Superintendent: “Are we having school tomorrow?” 

Below is an excerpt from a column I wrote almost ten years ago:

“Are we having school tomorrow?”  I can still remember asking my parents that same question and the anticipation of a magical gift of a day off as a student with snow and ice on the ground.  I always got so frustrated because they never announced school would be closed until the morning.  Of course, this was long before the instant communication days we have now.  If it didn’t get on the 10 o’clock news, we knew we would have to listen to the radio in the morning.  I still remember tuning in to the radio and was so disappointed when the announcer would say we were going to school.  I can also remember being frustrated because it always seemed we went to school when we should have been closed and then we would close when the weather was better and the snow had melted.

I thought I would tell you what goes into the decision-making process on whether or not to have school when the weather makes travel hazardous.  There are a minimum of four members of our administrative team including myself that drive our roads when a decision has to be made.  We drive in specially identified trouble areas for buses.  These areas are known to be some of the most susceptible areas in our district for challenging travel in marginal weather.  This occurs the night before (prior to the 10 o’clock news) and if necessary beginning at 4:00 a.m.  By 5:15 a.m. a final decision must be made in order to begin bus routes and preparing breakfast.  I would always prefer to issue a final decision before 10:00 p.m. but sometimes that isn’t possible.

We often get calls during the day when the weather has deteriorated asking if we plan to release students early.  Only in absolutely extreme situations would we consider this option since many of our students might not have a parent or guardian at home and possibly not have the means to enter their house.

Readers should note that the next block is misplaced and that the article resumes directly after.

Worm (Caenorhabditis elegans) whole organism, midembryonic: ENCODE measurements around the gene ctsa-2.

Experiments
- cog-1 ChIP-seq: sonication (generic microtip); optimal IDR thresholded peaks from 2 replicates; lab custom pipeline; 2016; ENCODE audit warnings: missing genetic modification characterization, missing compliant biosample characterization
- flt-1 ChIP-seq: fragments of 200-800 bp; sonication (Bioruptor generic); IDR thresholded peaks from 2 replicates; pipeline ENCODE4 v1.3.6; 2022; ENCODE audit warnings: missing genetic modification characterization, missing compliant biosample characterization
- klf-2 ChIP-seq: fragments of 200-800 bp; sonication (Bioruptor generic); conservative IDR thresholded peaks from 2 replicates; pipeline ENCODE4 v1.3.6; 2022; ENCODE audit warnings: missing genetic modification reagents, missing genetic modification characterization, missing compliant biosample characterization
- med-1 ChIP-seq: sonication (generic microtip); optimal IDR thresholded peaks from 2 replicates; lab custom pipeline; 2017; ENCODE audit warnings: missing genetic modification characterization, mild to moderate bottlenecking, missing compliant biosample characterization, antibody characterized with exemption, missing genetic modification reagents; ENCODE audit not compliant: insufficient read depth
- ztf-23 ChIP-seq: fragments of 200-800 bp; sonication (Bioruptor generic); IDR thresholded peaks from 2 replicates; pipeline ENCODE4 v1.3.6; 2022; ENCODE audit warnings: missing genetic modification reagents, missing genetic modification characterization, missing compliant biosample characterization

Closing school during inclement weather is one of the most difficult decisions we have to make.  Other items given consideration in formulating a decision include the condition of our parking lots and sidewalks as well as power throughout the district.  Seldom does our decision meet with 100% approval but I want to assure you it is an informed decision that is not made lightly.

Fast forward ten years and many things remain the same.  As explained ten years ago, we still try to make the decision by 10:00 p.m. the night before and do not plan to release early unless it is an absolute extreme circumstance.  In our community, social media has become more of a communication tool in the time since this article was originally written.  Messages to the district Facebook page asking the status of school instructional delivery method in inclement weather will not be answered.  An announcement will be made when the decision has been reached.  The announcement will be made on social media, the OKC television stations, our local media outlets as well as an automated call to all families.

There are two important items that have changed over the years.  Four years ago when we transitioned to neighborhood schools, the time to make the last decision about having school went from 5:15 a.m. to 6:00 a.m. based on how early our buses have to begin their routes.  The other huge difference came from the COVID pandemic with the advent of distance learning.  I’ve heard people bemoan the loss of the true “snow day” since we can have distance learning when inclement weather requires loss of in-person instruction.  We have tried to be very intentional to assure distance learning translates into meaningful learning if we must close our buildings to in-person instruction.  In the event that we have widespread power outages, we will have a true snow day, but that will probably require the instructional day is made up somewhere in our calendar. 

As we enter the winter season, I wanted to share a “behind the scenes” look into how school is closed due to weather.  We watch the forecast closely and regularly consult the National Weather Service for advice.  Given all of the processes and technology in place, this is still one of the most difficult decisions we are required to make during a school year.  We also know that regardless of the decision made, people will find fault with the tough call that must be made.


Be the first to comment on "Superintendent: “Are we having school tomorrow?” "

Leave a comment

Your email address will not be published.


This site uses Akismet to reduce spam. Learn how your comment data is processed.